Have you ever truly, keenly felt like you don't know who you are? Do you ever do something and think, Who is at the controls? Like some mad pilot has locked you out of the cockpit? I definitely do. I feel a kind of vertigo that makes me shake afterwards. I guess we all feel it when making a difficult-seeming choice, and sometimes you seriously don't know what you want because you don't know who you're supposed to be, or who you want to be. Physics, my first and second families, my philosophy degree, had all failed to help me answer that question. The former has led me to wonder whether I am one of an infinite number of Alices in multiple universes. A quantum fuck-up, which is someone who fucks up in every one of those universes but in different ways.
I saw her note the way I hovered over the various ethnicities on the form. First the 'white' box, then to the airspace over the 'black' box, a kind of momentary hesitation, a protest of stillness, a staring into the abyss of everything I did not know about myself. She, like me, was made of halves.
I felt the nauseous shiver in my stomach—everything from rage to empathy to morning sickness—that I had grown used to and now thought of as being love.
The messages must be stuck somewhere in the tube of light underneath the ocean that connects London and New York.
At first, sending the confession by real mail had felt like a genius device. I would not have to sit by my phone and watch for the signs that indicated it had been sent and seen. Slim but solid paper would, I hoped, convey me better. Now I had to consider the very real frailties of the system. Ludicrous, in fact, to entrust something of such magnitude to a mailman. A perfect stranger. I looked up stories of nefarious New York mailmen. There was one who has willfully upturned the lives of ordinary people like myself by hoarding 40,000 pieces of undelivered mail. The city was crawling with thieves and malcontents.
Maybe, as Mizuko said, we won't even really die, just carry on in the feedback loop we are stuck in. Instead of connecting with new things, widening our worlds, algorithms have shrunk it to a narrow chamber with mirrored walls.
I found it hard to write the bits where the things that were at first surprising or even shocking became normal incrementally until I couldn't see that they were anything but normal, because everything else had shifted just one centimetre here and one centimetre there, moving at the speed fingernails grow, until finally everything just clicked into exactly the wrong place.
She told me it was unlucky to share a reading with others, but the main point, the one I don't mind mentioning because it seems relevant to the story, is that she said I had a kind of evil spirit following me. 'Obviously,' she added, 'that sucks. But if we get you some amber—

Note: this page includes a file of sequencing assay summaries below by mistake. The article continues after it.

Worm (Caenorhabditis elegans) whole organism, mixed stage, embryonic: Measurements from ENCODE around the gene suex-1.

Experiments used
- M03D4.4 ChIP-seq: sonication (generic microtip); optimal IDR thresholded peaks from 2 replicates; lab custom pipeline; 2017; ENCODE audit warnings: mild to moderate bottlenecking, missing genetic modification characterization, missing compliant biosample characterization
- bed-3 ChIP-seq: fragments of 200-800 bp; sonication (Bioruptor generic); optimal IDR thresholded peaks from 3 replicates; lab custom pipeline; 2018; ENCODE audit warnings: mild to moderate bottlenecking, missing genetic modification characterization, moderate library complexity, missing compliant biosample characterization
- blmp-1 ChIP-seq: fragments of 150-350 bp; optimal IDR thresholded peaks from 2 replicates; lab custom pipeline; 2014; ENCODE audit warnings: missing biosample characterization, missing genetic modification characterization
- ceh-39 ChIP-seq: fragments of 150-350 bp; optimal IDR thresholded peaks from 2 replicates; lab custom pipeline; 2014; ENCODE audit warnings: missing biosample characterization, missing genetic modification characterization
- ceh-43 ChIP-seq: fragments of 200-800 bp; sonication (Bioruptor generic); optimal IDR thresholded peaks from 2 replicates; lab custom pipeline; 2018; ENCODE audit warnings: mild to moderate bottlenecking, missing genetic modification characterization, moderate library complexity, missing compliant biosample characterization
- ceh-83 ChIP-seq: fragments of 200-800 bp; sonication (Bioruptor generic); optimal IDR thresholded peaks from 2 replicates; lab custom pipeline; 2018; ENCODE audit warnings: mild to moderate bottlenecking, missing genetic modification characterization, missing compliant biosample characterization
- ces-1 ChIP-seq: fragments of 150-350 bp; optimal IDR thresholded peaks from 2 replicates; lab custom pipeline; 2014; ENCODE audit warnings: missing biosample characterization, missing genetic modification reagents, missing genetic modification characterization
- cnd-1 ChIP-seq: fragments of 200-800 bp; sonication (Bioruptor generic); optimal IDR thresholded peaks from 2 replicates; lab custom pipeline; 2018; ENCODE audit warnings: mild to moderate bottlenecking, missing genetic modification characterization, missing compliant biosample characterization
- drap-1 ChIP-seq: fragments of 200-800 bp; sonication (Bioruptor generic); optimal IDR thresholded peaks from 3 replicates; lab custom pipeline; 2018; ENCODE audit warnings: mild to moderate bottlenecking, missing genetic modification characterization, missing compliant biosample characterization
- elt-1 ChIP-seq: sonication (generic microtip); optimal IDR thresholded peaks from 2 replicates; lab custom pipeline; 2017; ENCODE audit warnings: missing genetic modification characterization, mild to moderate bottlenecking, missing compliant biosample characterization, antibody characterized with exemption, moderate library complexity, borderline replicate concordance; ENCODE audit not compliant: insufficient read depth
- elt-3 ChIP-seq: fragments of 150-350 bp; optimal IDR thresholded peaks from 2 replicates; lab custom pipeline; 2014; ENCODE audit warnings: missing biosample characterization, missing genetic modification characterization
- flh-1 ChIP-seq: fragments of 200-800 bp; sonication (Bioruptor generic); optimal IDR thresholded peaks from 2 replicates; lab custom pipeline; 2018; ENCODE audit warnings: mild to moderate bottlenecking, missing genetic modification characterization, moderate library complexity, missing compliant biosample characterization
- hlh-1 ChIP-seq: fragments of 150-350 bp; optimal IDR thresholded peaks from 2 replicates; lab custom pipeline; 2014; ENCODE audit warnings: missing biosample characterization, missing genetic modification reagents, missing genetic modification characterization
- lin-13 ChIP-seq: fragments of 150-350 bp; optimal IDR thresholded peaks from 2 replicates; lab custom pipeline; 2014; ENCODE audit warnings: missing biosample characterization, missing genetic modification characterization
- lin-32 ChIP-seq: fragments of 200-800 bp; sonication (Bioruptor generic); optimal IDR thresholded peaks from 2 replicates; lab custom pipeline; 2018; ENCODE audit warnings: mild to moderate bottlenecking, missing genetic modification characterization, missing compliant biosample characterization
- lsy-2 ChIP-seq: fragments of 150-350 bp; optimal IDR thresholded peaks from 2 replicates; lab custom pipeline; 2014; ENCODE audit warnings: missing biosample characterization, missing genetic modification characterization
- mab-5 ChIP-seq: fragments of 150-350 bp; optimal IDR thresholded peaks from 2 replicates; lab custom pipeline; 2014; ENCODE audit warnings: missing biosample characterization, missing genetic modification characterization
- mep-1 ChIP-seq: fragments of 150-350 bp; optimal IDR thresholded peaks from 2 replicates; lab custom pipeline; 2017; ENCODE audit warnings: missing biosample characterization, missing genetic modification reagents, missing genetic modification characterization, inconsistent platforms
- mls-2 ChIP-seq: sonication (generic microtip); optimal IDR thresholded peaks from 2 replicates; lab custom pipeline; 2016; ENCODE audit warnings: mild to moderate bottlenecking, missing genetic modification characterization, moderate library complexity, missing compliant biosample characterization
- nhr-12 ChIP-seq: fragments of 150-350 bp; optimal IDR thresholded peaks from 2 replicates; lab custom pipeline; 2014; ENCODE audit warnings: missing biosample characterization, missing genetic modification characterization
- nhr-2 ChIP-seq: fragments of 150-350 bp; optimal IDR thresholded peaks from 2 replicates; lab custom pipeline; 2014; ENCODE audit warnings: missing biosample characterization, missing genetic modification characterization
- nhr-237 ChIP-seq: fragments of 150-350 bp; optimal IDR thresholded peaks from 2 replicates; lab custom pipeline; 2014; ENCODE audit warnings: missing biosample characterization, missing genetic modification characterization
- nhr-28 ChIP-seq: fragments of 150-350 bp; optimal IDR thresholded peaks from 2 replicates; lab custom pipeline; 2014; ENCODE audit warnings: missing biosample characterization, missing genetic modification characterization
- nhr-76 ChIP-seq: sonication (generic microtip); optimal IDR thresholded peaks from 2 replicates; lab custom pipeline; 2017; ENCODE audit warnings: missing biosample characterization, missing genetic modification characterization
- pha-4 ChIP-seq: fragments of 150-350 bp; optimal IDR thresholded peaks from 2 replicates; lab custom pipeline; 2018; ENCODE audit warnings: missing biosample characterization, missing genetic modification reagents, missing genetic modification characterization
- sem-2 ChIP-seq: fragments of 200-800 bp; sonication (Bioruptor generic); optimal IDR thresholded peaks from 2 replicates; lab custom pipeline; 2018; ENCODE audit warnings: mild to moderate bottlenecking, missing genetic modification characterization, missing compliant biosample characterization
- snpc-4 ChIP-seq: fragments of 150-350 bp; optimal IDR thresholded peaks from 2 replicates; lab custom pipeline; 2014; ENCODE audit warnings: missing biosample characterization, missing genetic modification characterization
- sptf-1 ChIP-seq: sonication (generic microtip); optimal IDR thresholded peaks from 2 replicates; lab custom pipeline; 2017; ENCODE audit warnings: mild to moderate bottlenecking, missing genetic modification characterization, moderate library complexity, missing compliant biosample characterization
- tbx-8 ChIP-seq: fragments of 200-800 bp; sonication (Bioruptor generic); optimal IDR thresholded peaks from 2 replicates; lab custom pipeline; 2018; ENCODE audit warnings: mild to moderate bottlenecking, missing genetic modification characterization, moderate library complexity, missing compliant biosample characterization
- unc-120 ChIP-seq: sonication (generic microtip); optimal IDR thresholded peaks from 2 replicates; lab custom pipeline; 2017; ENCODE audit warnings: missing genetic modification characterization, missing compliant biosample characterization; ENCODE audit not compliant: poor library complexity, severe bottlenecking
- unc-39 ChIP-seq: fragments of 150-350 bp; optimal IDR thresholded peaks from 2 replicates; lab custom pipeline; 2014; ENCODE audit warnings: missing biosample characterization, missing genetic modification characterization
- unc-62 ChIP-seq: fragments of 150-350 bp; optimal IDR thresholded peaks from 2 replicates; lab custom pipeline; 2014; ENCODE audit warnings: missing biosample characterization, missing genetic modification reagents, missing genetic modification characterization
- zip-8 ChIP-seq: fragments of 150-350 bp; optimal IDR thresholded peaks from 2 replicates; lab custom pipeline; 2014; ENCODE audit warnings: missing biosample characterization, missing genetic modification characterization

I couldn't decide what kind of person she was, whether she was one of those insects that look exactly like wasps but aren't . . . I just wanted to know if she would sting.
In the last week I felt her withdrawing. What was once everywhere, an ocean I imagined myself to be drowning in, was now barely deep enough to bathe in. I saw her warmth draining away and I couldn't stop it.
I saw a doctor. I went in case there were any remnants of the summer inside me—sticky, slender fish bones that needed to be scraped into the bin. He was dismissive of my concerns and said my body would have let me know by now. Did I have what was known as female intuition? I said I'd had my feminine intuition somewhat scrambled in the past.
For a while this seemed to do the trick, and I felt that whatever contamination I had helped to spread, the boundaries I had helped to break, sprinkling flakes of myself all over the surface of New York like so much fish food, had been forgiven.
Was this what the city would look like when knowledge was no longer enough? When the desire to turn inward, surrendering entirely to one's own private world of nonresistance, overwhelmed, like creeping ivy, our desire to know worlds beyond it?
Man with goatee. Man who looked like a Beatle. All the Beatles at once. Woman wearing newspaper hat. I'd grown used to how weird New Yorkers were, and I could fit them into types.
The glow of the steetlamps sat heavy and thick above me. As I walked aimlessly, in the direction of downtown, I returned to my theories. That Mizuko and I shared the pictorial equivalent of DNA. That a sympathetic magic existed between us, no matter how far apart we were pulled. That we defied physical laws of time and space, waves, gravity, the rules laid down by physicists which governed our physical universe (earthquakes, tsunamis) and physical bodies. And yet somehow our connection had led to the opposite of intimacy. My search had led to its opposite. I had never felt so isolated and disconnected, even from myself.
She was limp and pathetic and woozy and I loved her, I realised, even more because I knew how completely it was doomed.